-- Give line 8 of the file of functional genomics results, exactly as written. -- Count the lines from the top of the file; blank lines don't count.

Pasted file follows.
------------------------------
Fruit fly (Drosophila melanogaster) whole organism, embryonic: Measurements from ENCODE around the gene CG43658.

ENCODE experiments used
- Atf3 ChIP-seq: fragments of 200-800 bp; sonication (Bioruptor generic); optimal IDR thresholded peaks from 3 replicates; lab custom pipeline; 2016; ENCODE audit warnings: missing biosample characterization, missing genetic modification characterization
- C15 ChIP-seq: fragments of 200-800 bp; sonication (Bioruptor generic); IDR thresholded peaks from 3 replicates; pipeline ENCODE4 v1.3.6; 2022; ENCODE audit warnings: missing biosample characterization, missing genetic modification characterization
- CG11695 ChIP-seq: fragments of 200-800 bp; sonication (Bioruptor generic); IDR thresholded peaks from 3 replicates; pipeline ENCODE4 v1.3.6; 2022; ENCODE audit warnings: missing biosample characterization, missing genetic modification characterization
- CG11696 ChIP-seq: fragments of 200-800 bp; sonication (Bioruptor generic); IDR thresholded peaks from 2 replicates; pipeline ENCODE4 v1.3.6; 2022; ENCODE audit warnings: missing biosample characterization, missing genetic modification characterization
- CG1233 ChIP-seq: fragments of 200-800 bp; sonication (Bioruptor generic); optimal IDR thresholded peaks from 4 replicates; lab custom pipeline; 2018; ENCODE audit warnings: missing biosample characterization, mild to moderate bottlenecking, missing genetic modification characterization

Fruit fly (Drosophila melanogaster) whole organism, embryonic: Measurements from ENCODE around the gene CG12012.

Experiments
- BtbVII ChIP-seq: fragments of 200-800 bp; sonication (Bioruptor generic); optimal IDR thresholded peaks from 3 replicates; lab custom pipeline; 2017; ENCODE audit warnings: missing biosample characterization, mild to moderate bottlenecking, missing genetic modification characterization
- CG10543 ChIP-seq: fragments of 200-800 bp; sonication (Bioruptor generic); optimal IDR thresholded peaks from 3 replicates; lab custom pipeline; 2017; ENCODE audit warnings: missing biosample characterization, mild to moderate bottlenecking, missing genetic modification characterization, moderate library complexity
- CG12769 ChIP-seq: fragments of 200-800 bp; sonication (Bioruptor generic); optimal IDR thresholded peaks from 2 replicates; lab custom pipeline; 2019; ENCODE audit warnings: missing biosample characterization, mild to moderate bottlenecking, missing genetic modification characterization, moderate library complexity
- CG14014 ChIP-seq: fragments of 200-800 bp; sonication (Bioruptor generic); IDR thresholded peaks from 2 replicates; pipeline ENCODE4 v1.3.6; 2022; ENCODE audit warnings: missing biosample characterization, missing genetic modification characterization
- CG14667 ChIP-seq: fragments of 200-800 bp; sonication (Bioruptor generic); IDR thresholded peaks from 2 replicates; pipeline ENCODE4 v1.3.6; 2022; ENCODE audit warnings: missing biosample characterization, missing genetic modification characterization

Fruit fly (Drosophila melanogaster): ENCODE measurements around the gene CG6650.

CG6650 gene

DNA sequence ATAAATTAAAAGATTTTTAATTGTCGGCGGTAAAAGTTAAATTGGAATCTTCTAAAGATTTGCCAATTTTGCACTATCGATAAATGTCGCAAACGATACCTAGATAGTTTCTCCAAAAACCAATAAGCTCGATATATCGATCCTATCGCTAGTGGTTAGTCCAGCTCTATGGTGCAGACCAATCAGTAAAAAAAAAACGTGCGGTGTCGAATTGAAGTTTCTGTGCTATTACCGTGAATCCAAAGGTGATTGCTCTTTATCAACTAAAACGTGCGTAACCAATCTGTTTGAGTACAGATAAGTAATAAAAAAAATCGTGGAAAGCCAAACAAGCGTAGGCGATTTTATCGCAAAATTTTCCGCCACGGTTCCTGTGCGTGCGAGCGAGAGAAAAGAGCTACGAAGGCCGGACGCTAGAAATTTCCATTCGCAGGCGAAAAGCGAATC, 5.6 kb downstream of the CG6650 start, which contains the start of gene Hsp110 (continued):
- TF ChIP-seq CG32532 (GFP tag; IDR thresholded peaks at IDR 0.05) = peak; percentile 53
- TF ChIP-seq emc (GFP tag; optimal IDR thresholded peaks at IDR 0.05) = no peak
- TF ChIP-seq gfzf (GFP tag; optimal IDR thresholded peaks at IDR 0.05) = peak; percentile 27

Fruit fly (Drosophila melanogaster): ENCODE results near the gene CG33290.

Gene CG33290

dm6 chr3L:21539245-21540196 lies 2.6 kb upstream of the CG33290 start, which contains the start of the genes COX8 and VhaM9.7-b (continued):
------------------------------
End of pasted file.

Fruit fly (Drosophila melanogaster) whole organism, embryonic: Measurements from ENCODE around the gene CG12012.